“You're fucked,” the public defender said. “Should
my advice and pled guilty. You’re a target now. District Attorney’s zeroed in
on you.” Dee’s cell lit up to Mick Jagger howling Monkey Man. She
tapped ignore. “Prick bail bond wants my car as
“Given your past criminal sheet, you’re lucky the
didn’t remand you without bail,” the lawyer said.
“I’m not entirely free; got this electronic ankle
clamped to me,” Dee said.
“Twenty-two FTA’s, prostitution, loitering, paraphernalia,
vagrancy, public nuisance, plus two previous prison terms, District Attorney's
gonna hold your past against you at trial.”
“I been busy, no denying that,” Dee said.
“Now it’s possession and trafficking of a controlled
substance; Metro found nearly a kilo of cut coke in your apartment after your
“Kiss off six-thousand dollars on that one,” Dee
“Then, selling rocks to three different undercover cops
week. Three counts of possession with intent to sell, and three counts of
selling the shit,” the lawyer said. “There’s more: a third felony conviction qualifies
you for the ‘Three Strikes Rule,’ Habitual Criminal Act, the Big Bitch, career
criminal, twenty-five to life. Add that to your eight felony charges.”
The massive oak double doors to Court Room Three down the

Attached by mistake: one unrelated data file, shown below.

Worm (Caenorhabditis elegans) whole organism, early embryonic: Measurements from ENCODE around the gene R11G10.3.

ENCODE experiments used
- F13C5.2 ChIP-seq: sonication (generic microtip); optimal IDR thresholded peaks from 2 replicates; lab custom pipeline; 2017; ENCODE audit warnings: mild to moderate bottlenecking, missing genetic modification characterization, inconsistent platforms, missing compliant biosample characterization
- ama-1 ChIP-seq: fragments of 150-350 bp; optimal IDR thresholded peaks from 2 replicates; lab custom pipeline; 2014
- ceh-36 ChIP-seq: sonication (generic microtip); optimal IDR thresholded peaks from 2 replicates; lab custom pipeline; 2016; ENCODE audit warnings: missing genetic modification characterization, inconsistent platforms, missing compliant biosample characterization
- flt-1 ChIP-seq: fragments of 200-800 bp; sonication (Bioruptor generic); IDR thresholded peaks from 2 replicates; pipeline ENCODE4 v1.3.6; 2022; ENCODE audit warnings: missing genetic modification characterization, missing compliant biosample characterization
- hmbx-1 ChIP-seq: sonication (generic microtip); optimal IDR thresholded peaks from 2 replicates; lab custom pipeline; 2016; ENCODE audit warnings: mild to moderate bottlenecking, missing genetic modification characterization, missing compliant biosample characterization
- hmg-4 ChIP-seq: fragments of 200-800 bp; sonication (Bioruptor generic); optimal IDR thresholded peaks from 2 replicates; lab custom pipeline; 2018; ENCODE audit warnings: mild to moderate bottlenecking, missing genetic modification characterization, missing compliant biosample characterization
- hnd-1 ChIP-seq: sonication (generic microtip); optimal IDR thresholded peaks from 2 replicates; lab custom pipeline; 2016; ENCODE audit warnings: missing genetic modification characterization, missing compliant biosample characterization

hall swung swiftly open. A cuffed and shackled prisoner flanked by two marshals
palming their holstered pistol grips shuffled out. All three had just emerged
from the convict’s sentence hearing. He hobbled down the arched ceiling hall,
his chrome steel ankle chains beating the polished marble floor with wrecking
ball gusto. As the condemned man past Dee, he looked in her direction and said,
“Hey babe; How ‘bout a conjugal visit later?” The marshal to his left slapped
the back of the prisoner’s head and said, “Shut the fuck up, asshole, death row
inmates don’t get visits.”
Dee silently mulled
her fate, then said, “They knew. The fucking cops knew about the brick of coke.
Some rock fiend bitch snitched on me, set me up,” Dee said.
shifted to her right hip on the unforgiving pew-style oak bench in the
courthouse hall and rested her weight on the other cheek. She crossed her
silky sculpted legs. Her black satin mini skirt crept
further up her thighs, exposing charms moneyed tricks once emptied their
wallets to see.
“Who knows. Maybe! But you’re still
fucked,” the lawyer said.
said. “Sounds like you’re arguing the DA’s case. Why trust you? You and the DA
are on the same payroll, aren’t you? Same team, same game, Right?” She waved
her open palm back and forth in his line of sight. “Who’s working for who here?”
The courtroom opposite
Dee’s bench emptied en masse as if the sluice gate of justice opened the flood
gate from Hell. Some left smiling, quiet, content, others whimpered regret, the
hardened ones mumbled vengeful oaths, the rest stared blank-eyed stunned like a
herd of deer trying to flee a busy freeway. Two opposing female lawyers
followed last. “My calendar is free the rest of the day,” one said.
“Mine, too,” said the other. “Let’s get
a martini and wash
down our sins.” Their spiked heels clicked the stone floor loud as driven nails.
“If the jury finds against you, D.A.’s
gonna push each conviction be served consecutive plus the Big Bitch as a kicker
after. You’ll serve half your sentence in an unmarked prison cemetery grave.”
“The fucks want to keep the body?” Dee said.
“And your soul,” the lawyer said. “District
deal. Offer up the Mayor, and he still won’t. Truth is if you’re convicted,